Ted introduced his project to our Library and we were eager to help out. Over the last few months, staff and volunteers in our Lucretia Little History Room have been providing research support as TimeWalk’s developers “build” a historically accurate town -- creating buildings, steam trains, landscapes, and more. What we want to do through Building History in 3D is invite local teens to be part of the process, offering them the opportunity to learn new technological skills while engaging with the community and learning more about their town and its history.
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Jennifer Bishop, Library Associate at the Carroll County Public Library in Maryland, is preparing to pitch an ambitious idea at the YALSA President's Program Monday, June 29 from 10:30 a.m. to Noon. She will advocate for "CRATE" in front of a panel of librarians and business leaders for the chance to win cash and technology prizes provided by YALSA, Tutor.com, Makey Makey, and 3D Systems.

We wanted to catch up with Jennifer before she heads to San Francisco for ALA's Annual Conference.

LWB: Tell us about the project you submitted to the Shark Bowl:
JB: Our idea is to follow the popular subscription box model to create monthly CRATEs (Create/ Re-invent/ Apply/ Teach/ Explore) for teens to explore selected technology at all six branches of the Carroll County Public Library. By providing self-guided access and resources on the public floor of all branches on a monthly basis, we will reach a greater number of teens and showcase technology as a tool for learning, innovation, and play.
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A short list of tweets from the past week of interest to teens and the library staff that work with them.

Do you have a favorite Tweet from the past week? If so add it in the comments for this post. Or, if you read a Twitter post between May 29 and June 4 that you think is a must for the next Tweets of the Week send a direct or @ message to lbraun2000 on Twitter.
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A short list of tweets from the past week of interest to teens and the library staff that work with them.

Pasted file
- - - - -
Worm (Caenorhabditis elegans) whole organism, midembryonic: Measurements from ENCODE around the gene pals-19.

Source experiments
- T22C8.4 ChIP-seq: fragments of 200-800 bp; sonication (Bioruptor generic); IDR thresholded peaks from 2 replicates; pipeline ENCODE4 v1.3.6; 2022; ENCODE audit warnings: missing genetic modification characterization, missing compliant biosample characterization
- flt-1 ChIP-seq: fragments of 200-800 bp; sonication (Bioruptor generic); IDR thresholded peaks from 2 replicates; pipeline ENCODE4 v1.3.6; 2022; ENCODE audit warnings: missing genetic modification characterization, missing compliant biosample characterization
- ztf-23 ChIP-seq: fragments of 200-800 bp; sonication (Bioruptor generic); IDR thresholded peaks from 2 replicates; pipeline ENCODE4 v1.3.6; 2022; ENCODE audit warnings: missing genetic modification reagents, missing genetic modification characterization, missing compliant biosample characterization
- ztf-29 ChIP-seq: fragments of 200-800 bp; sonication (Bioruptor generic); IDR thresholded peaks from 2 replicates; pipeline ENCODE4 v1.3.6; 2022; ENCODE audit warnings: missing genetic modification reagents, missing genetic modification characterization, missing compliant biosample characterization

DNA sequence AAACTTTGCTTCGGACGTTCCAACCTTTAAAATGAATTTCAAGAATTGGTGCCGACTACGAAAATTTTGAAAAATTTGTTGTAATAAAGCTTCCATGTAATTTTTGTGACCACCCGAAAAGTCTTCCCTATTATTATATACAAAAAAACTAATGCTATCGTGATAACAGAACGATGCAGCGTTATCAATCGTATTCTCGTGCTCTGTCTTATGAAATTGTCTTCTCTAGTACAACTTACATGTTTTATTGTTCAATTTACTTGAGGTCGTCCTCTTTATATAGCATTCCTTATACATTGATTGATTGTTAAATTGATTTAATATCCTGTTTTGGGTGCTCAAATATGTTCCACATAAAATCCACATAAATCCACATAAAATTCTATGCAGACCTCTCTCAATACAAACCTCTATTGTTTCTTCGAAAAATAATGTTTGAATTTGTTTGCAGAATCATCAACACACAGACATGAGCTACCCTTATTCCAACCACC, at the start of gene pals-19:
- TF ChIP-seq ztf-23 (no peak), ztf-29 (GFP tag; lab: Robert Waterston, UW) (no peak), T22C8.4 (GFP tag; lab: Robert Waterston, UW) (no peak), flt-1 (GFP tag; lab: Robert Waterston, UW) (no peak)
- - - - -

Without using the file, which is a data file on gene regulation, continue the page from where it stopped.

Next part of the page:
Do you have a favorite Tweet from the past week? If so add it in the comments for this post. Or, if you read a Twitter post between May 21 and May 27 that you think is a must for the next Tweets of the Week send a direct or @ message to lbraun2000 on Twitter.
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YALSA is seeking a Member Manager for its upcoming web resource, Teen Programming HQ, The mission of the new site is to provide a one-stop-shop for finding and sharing information about library programs of all kinds for and with teens. The site will promote best practices in programming by featuring user-submitted programs that align with YALSA’s Teen Programming Guidelines and Futures Report. The site will also enable dissemination of timely information about emerging and new practices for teen programming; raise awareness about appropriate YALSA tools to facilitate innovation in teen programming; and provide a means for members and the library community to connect with one another to support and display their efforts to continuously improve their teen programs. The site is expected to have a soft launch in July and a full launch in September. Please note that web developers have been contracted with to build the site. The Member Manager is not expected to have any web site design or development responsibilities.

The Member Manager will work with YALSA's Communications Specialist to ensure the site is relevant, interactive, engaging and meeting member needs for information about innovation in teen programming, as well as participates in the maintenance of the site and work within the guidelines for the site as set by the YALSA Board of Directors. The Member Manager assists with the recruitment of experts and the collection of content for the site; generates ideas for direction and content; helps obtain, analyze and use member and library community feedback about the site; assists with marketing; and assists with ensuring programming related activities, news and resources from YALSA are integrated in the site, and vice versa.